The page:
This is documentation for Mathematica 3, which was
based on an earlier version of the Wolfram Language.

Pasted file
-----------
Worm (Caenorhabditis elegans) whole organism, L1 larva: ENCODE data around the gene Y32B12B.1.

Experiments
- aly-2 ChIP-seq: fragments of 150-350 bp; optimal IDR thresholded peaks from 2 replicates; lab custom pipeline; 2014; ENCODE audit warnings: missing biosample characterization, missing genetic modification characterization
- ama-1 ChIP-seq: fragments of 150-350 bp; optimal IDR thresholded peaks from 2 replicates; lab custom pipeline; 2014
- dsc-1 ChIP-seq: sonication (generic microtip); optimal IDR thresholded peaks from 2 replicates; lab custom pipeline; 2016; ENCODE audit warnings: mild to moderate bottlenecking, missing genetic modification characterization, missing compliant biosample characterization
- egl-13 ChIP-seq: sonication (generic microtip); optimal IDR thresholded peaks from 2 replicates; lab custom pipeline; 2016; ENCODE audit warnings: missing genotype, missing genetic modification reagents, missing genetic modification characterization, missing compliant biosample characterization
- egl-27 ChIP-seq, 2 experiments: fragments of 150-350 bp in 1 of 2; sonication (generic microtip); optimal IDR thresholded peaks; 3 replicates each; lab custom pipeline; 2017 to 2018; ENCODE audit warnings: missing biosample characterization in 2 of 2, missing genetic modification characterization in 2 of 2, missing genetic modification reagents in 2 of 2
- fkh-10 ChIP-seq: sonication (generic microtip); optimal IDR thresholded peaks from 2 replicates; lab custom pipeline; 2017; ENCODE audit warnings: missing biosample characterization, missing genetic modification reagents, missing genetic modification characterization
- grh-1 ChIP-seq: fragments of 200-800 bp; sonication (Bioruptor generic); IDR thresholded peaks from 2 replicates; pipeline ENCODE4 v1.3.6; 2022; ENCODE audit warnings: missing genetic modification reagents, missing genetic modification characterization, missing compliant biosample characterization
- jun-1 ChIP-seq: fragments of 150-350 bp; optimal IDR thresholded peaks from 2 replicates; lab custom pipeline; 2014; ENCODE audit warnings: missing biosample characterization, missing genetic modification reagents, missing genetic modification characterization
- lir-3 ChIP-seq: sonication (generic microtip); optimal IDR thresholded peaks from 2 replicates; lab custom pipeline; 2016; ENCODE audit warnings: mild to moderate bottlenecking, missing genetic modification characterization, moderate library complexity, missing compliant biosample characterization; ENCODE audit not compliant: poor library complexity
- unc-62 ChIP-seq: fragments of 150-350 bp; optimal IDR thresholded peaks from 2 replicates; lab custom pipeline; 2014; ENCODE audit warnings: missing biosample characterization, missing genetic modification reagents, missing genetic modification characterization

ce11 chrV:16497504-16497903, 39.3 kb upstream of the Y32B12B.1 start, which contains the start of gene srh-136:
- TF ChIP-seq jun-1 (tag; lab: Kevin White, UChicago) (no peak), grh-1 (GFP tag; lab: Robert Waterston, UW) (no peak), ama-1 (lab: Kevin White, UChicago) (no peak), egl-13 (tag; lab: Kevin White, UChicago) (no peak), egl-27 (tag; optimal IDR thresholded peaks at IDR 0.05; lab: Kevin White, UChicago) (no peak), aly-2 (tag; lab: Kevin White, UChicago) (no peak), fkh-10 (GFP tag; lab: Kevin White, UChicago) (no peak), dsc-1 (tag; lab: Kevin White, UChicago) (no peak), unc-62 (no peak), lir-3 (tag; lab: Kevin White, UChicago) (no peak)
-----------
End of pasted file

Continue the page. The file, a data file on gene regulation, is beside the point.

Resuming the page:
Simplify âª Simplify[ expr ] performs a sequence of algebraic transformations on expr, and returns the simplest form it finds. âª Simplify tries expanding, factoring and doing other transformations on expressions, keeping track of the simplest form obtained. âª The following options can be given: âª FullSimplify does more extensive simplification than Simplify. âª See the Mathematica book: Section 1.4.4, Section 3.3.9.âª See also: FullSimplify, Factor, Expand, TrigExpand, PowerExpand, ComplexExpand. Further Examples Simplify returns these polynomials in factored form. In[1]:= Out[1]= In[2]:= Out[2]= This variation shows that Simplify may not factor completely. In[3]:= Out[3]= And here Simplify does nothing at all. This behavior, at first glance inconsistent, is explained by the default notion of simplicity used by the program, which is largely based on the expression's LeafCount. In[4]:= Out[4]= The leaf count is not the only consideration, however. Here, Log[256] is considered simpler than 4 Log[4], but Log[10000] is not simpler than 4 Log[10]. You can override this behavior; see the Further Examples for ComplexityFunction. In[5]:= Out[5]= This integral returns a sum of three terms. In[6]:= Out[6]= Differentiating the result gives an expression that is more complicated than the original integrand, but mathematically equivalent to it. In[7]:= Out[7]= Simplify gets back to the original form of the expression. In[8]:= Out[8]= In[9]:= See also the examples for ComplexityFunction and FullSimplify.